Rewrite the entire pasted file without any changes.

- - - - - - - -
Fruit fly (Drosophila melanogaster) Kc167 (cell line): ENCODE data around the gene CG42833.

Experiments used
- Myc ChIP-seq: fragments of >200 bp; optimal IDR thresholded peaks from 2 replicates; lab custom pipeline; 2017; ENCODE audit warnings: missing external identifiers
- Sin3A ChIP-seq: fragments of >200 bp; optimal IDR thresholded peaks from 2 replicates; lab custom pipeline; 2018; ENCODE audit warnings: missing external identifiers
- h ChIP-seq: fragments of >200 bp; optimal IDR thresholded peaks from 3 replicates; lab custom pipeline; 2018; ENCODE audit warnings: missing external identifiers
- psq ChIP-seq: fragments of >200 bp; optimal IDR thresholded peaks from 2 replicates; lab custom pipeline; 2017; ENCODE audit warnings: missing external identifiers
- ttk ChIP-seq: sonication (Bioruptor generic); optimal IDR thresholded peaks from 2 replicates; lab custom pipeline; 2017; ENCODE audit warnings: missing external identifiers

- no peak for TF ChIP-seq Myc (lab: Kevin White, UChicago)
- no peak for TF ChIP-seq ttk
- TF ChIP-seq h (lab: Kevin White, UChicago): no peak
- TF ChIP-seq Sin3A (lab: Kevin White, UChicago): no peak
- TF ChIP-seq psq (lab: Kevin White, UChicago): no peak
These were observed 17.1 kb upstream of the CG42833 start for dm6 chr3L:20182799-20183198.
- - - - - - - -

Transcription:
Fruit fly (Drosophila melanogaster) Kc167 (cell line): ENCODE data around the gene CG42833.

Experiments used
- Myc ChIP-seq: fragments of >200 bp; optimal IDR thresholded peaks from 2 replicates; lab custom pipeline; 2017; ENCODE audit warnings: missing external identifiers
- Sin3A ChIP-seq: fragments of >200 bp; optimal IDR thresholded peaks from 2 replicates; lab custom pipeline; 2018; ENCODE audit warnings: missing external identifiers
- h ChIP-seq: fragments of >200 bp; optimal IDR thresholded peaks from 3 replicates; lab custom pipeline; 2018; ENCODE audit warnings: missing external identifiers
- psq ChIP-seq: fragments of >200 bp; optimal IDR thresholded peaks from 2 replicates; lab custom pipeline; 2017; ENCODE audit warnings: missing external identifiers
- ttk ChIP-seq: sonication (Bioruptor generic); optimal IDR thresholded peaks from 2 replicates; lab custom pipeline; 2017; ENCODE audit warnings: missing external identifiers

- no peak for TF ChIP-seq Myc (lab: Kevin White, UChicago)
- no peak for TF ChIP-seq ttk
- TF ChIP-seq h (lab: Kevin White, UChicago): no peak
- TF ChIP-seq Sin3A (lab: Kevin White, UChicago): no peak
- TF ChIP-seq psq (lab: Kevin White, UChicago): no peak
These were observed 17.1 kb upstream of the CG42833 start for dm6 chr3L:20182799-20183198.